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Aggie turns class assignment into buzzworthy legislation
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Aggie turns class assignment into buzzworthy legislation

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Honey bees visit blooming bluebonnets near Rayburn Intermediate School in Bryan on Saturday, March 20, 2021.

What began as a technical writing project for Texas A&M graduate Adam Beltran has turned into proposed legislation to save native bee species.

The Busy Bee Tax Bill would give Texans a tax break for establishing bee-friendly environments on their property through home gardens. The purpose is to create havens for pollinating insects, especially any bees other than honeybees.

Honeybees can pollinate hundreds of plants a day, Beltran said, but local bees, such as carpenter, sweat and leafcutter bees, can pollinate thousands a day.

“That’s what they’re made for,” he said.

Beltran, who is redrafting the bill, said he has gotten offers from Houston-area representatives to back the bill and its associated research.

“I have also been in contact with many leading researchers ... during this redrafting period,” Beltran wrote in an email last week.

Watch now as cadets make their second pass during the Texas A&M Corps of Cadets Final Review at Kyle Field on Friday.

As part of the bill, homeowners with a garden that includes a designated bee box, food and fresh water would be eligible for the exemption.

“Everybody has gardens, everybody has flowers, but in order to get bees to thrive and create a safe haven for them, we go by [Maslow’s hierarchy of needs],” he said, which includes food, water and shelter.

The garden should also be free of pesticides, insecticides and fungicides, he said.

Juliana Rangel, associate professor of apiculture at A&M, said the incentive would benefit all bees, but especially those native bees that are sometimes overlooked for non-native honeybees.

Those native bee species are typically more solitary than honeybees, Rangel said, which makes them more vulnerable to landscape and climate changes. Instead of a colony working against those changes, it is one bee or a pair of bees against any threats, and they must build and defend their nest and provide for their offspring.

“Solitary bees are kind of jacks-of-all-trades because they have to do everything,” she said.

The process of creating the bill began in spring 2018 when Beltran set out to complete a 30-page project for his technical writing class. Bees were trending, he said, and provided the content he needed. About three weeks into the project, he realized his paper had the potential to become a legislative bill based on the information he had learned about bees through his research, the U.S. Department of Agriculture and the Texas A&M entomology department, he said.

Overall, he said, he spent about two-and-a-half months writing the project and another three talking with legislators.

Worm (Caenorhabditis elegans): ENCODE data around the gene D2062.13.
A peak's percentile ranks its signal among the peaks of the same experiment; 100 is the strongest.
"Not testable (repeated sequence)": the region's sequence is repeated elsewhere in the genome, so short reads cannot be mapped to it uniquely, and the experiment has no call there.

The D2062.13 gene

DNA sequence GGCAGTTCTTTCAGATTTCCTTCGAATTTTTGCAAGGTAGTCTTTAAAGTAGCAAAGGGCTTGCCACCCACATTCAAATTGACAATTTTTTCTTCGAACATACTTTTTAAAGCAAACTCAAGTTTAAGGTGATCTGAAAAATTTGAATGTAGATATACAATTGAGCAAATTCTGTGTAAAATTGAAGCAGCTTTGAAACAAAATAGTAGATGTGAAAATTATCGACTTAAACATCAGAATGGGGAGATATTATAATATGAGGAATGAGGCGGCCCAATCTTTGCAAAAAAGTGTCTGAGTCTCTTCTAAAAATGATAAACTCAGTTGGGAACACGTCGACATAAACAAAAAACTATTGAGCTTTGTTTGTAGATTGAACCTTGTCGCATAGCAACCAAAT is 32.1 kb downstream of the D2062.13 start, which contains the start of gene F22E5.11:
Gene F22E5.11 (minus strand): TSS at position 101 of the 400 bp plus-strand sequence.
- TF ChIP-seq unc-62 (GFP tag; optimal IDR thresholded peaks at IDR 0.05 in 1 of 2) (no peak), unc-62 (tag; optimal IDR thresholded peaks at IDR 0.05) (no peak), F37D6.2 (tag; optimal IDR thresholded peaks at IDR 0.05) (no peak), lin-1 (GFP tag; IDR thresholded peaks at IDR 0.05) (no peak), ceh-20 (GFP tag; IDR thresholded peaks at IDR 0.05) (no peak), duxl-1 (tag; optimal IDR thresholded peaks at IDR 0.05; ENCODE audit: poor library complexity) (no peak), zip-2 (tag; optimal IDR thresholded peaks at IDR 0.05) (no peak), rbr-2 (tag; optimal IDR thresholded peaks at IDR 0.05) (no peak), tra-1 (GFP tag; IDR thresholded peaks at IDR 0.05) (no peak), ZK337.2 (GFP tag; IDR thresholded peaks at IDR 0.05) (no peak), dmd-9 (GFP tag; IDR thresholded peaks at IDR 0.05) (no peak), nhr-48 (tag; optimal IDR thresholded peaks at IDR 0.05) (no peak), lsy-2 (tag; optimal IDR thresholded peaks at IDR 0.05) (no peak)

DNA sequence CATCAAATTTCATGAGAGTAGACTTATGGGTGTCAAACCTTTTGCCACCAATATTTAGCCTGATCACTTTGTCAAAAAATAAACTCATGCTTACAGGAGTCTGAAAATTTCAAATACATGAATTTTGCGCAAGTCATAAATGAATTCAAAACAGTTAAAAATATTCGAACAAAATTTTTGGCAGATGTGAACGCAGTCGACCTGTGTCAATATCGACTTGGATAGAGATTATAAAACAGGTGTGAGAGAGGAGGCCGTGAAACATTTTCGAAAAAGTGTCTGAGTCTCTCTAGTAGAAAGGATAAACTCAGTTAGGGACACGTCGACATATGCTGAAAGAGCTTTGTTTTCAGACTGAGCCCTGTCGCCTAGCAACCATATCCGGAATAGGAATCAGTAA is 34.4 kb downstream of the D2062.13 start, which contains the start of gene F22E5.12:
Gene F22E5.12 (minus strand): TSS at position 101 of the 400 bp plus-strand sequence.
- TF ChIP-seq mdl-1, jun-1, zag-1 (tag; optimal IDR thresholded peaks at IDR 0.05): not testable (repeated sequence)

He said the bee bill is his way of making a difference in the world.

“We are all part of this world together, and we all have to work together in order to accomplish anything. Not one person can do it all,” Beltran said. “I have a right to be here, as much as the bee does; the bee just does a lot more than I can do.”

Beltran is from Los Angeles and was working in banking in Texas when he decided to go back to school at Texas A&M. He graduated in December with a degree in recreation, park and tourism sciences and said working with parks is something that is close to his heart.

He said he plans to focus his efforts this year on getting local and statewide support for the bill.

He is hopeful the bill could be introduced, discussed and passed during the 2023 legislative session, he said.

One of Beltran’s goals with the bill is that it can link science and politics and connect humans with nature.

“If they could understand each other and work with each other, I think we could accomplish a lot more,” he said.

The bill does not solve the problem facing bees, he said, but it gives scientists more time to determine why there has been a 40% to 60% loss in the bee population each year.

Rangel said it also gives scientists and researchers time to discover and learn about bee species that have not been identified.

“We’re seeing a really scary decrease in the number of species of insects, including bees, that are seen in natural ecosystems,” she said.

The bill will also support other pollinators, such as beetles, moths and other insects, but bees get the spotlight.

“Without all those, there’s no fruits or vegetables for any of us to have. ... It’s one of the most important things because without bees, we wouldn’t be able to eat everything that we eat right now,” Beltran said.

Rangel quantified the impact of bees at more than $200 billion annually to the global economy through pollinated food crops.

Even if someone cannot grow a full garden, they can still do something, Beltran said. It can be as simple as having a flowering plant outside their apartment window with a little saucer of water for bees or growing a tomato plant with a saucer of water and a small bee box.

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